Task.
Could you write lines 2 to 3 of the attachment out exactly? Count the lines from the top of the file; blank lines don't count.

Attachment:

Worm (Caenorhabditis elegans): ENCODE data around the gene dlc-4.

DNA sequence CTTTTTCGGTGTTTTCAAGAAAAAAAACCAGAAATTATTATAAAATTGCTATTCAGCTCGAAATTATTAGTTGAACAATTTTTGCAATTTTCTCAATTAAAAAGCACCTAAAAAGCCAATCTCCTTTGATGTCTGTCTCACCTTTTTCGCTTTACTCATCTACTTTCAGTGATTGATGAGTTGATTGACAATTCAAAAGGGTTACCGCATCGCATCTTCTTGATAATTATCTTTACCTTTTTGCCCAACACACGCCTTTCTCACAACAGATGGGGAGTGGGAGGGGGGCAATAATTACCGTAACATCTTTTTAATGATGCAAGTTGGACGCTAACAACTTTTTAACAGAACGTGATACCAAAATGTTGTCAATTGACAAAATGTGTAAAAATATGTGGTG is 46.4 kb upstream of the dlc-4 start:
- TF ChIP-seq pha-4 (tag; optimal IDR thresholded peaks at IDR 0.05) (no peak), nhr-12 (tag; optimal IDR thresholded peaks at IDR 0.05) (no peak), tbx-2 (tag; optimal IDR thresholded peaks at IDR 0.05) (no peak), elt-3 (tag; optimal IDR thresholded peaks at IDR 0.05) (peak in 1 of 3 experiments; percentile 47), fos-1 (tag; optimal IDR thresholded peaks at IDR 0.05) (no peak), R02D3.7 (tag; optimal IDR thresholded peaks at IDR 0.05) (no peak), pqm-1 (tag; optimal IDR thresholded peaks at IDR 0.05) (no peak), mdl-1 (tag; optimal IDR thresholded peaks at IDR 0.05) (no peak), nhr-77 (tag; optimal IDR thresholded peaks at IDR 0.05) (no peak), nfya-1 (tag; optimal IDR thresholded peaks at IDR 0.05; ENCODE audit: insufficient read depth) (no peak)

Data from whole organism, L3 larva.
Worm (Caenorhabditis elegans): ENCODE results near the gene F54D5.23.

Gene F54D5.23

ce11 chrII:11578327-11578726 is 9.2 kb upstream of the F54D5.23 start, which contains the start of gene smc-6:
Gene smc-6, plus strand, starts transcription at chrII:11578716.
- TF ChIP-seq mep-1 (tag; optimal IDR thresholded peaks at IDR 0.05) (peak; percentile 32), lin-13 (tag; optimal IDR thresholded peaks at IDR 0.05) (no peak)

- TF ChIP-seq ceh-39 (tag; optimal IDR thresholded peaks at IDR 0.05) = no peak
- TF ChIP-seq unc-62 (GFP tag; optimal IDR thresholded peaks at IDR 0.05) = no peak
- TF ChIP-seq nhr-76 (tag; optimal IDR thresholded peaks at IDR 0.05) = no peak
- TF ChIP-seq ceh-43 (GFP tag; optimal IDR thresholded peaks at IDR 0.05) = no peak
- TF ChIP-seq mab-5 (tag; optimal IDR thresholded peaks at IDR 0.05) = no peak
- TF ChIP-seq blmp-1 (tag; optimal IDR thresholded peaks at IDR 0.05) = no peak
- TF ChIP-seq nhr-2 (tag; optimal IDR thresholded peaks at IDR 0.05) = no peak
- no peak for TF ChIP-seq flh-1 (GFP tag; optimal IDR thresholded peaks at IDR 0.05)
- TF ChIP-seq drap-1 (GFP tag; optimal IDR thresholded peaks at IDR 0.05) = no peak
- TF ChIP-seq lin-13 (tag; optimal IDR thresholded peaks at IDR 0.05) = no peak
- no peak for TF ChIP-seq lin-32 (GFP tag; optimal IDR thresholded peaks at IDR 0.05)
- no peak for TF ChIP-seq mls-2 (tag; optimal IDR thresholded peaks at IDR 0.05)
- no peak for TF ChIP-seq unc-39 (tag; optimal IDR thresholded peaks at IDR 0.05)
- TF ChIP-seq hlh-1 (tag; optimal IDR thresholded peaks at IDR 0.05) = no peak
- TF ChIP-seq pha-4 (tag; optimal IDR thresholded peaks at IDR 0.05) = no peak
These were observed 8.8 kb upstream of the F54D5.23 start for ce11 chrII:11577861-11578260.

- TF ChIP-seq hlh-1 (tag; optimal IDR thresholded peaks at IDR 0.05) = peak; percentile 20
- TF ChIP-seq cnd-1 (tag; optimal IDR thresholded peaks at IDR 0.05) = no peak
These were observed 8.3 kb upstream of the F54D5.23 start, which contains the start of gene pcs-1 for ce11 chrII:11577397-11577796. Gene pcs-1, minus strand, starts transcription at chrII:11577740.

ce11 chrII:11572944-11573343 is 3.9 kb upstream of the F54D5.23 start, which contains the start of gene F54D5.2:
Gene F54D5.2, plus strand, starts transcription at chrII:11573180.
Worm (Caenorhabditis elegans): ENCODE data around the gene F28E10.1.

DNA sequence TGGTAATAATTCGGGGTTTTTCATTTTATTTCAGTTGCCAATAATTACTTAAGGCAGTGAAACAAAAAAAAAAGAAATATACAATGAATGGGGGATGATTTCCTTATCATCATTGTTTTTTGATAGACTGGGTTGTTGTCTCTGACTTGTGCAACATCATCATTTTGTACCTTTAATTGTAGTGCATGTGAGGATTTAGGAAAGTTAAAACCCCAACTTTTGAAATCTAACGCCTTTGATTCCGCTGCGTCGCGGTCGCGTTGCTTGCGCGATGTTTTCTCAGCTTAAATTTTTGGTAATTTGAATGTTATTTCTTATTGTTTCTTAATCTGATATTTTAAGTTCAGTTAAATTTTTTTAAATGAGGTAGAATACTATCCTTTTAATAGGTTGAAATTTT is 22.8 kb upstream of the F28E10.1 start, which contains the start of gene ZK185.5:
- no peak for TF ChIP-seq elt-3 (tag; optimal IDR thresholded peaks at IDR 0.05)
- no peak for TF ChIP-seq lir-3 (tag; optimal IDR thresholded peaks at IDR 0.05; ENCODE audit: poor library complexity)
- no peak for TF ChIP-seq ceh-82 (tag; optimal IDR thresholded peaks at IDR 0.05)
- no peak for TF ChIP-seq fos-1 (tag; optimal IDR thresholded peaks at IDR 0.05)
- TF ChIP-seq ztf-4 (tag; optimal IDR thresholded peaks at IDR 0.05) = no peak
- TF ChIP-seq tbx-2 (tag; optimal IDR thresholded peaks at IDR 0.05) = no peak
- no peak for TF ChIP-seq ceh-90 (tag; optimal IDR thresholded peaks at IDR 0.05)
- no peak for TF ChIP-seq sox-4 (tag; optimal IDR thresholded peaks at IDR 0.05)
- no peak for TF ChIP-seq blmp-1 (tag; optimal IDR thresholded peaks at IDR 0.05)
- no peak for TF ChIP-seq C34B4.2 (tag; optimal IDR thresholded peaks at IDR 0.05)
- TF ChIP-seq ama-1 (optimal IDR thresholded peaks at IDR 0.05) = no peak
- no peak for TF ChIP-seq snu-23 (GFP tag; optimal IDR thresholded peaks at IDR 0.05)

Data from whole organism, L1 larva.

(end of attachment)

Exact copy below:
DNA sequence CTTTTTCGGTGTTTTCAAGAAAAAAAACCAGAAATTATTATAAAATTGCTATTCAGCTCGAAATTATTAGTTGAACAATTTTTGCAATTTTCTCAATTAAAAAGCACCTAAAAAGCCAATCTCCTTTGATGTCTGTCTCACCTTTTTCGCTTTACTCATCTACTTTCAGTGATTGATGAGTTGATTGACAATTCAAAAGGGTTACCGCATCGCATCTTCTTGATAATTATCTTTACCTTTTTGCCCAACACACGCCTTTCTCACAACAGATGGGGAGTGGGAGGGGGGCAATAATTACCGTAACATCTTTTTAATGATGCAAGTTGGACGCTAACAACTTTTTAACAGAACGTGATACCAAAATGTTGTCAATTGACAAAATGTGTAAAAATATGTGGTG is 46.4 kb upstream of the dlc-4 start:
- TF ChIP-seq pha-4 (tag; optimal IDR thresholded peaks at IDR 0.05) (no peak), nhr-12 (tag; optimal IDR thresholded peaks at IDR 0.05) (no peak), tbx-2 (tag; optimal IDR thresholded peaks at IDR 0.05) (no peak), elt-3 (tag; optimal IDR thresholded peaks at IDR 0.05) (peak in 1 of 3 experiments; percentile 47), fos-1 (tag; optimal IDR thresholded peaks at IDR 0.05) (no peak), R02D3.7 (tag; optimal IDR thresholded peaks at IDR 0.05) (no peak), pqm-1 (tag; optimal IDR thresholded peaks at IDR 0.05) (no peak), mdl-1 (tag; optimal IDR thresholded peaks at IDR 0.05) (no peak), nhr-77 (tag; optimal IDR thresholded peaks at IDR 0.05) (no peak), nfya-1 (tag; optimal IDR thresholded peaks at IDR 0.05; ENCODE audit: insufficient read depth) (no peak)